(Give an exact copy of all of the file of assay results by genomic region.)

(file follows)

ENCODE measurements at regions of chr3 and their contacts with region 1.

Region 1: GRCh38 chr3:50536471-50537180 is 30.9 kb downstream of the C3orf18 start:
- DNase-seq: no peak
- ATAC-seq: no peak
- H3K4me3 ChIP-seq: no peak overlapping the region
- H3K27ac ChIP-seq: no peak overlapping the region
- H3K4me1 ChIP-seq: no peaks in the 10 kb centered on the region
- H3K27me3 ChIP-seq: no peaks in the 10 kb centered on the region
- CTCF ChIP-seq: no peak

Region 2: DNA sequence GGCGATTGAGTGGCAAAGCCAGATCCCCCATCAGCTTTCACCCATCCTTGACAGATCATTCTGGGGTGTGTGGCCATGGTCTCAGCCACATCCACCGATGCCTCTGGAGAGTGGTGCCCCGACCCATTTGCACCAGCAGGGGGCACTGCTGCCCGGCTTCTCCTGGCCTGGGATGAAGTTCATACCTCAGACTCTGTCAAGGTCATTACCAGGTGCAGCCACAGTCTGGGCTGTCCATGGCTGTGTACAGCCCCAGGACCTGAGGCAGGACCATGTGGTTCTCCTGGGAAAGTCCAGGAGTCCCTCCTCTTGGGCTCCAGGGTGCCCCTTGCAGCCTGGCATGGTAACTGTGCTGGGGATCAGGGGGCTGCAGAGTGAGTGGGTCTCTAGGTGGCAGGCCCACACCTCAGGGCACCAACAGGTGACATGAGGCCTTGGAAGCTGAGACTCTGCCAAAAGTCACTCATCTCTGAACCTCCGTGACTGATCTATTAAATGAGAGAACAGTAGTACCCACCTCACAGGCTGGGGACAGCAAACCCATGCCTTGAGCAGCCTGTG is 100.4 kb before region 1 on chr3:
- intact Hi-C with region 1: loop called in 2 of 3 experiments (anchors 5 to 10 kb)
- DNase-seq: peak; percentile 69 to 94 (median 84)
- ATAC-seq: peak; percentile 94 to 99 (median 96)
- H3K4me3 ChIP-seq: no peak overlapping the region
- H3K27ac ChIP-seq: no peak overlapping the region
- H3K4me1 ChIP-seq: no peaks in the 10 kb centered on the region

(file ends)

ENCODE measurements at regions of chr3 and their contacts with region 1.

Region 1: GRCh38 chr3:50536471-50537180 is 30.9 kb downstream of the C3orf18 start:
- DNase-seq: no peak
- ATAC-seq: no peak
- H3K4me3 ChIP-seq: no peak overlapping the region
- H3K27ac ChIP-seq: no peak overlapping the region
- H3K4me1 ChIP-seq: no peaks in the 10 kb centered on the region
- H3K27me3 ChIP-seq: no peaks in the 10 kb centered on the region
- CTCF ChIP-seq: no peak

Region 2: DNA sequence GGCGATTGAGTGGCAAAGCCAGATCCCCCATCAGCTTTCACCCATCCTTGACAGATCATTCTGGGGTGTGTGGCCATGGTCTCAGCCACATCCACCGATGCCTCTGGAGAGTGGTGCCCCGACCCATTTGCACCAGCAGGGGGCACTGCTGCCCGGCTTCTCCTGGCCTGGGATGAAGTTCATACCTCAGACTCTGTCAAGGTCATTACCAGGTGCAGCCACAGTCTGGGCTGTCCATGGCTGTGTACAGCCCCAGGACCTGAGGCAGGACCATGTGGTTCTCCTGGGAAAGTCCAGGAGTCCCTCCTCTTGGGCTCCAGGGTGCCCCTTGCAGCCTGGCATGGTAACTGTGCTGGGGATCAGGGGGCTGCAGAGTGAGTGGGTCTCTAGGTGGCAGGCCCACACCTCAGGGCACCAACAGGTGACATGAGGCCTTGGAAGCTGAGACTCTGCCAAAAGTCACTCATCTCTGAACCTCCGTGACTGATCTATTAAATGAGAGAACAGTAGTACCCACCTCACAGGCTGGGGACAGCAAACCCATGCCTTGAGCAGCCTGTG is 100.4 kb before region 1 on chr3:
- intact Hi-C with region 1: loop called in 2 of 3 experiments (anchors 5 to 10 kb)
- DNase-seq: peak; percentile 69 to 94 (median 84)
- ATAC-seq: peak; percentile 94 to 99 (median 96)
- H3K4me3 ChIP-seq: no peak overlapping the region
- H3K27ac ChIP-seq: no peak overlapping the region
- H3K4me1 ChIP-seq: no peaks in the 10 kb centered on the region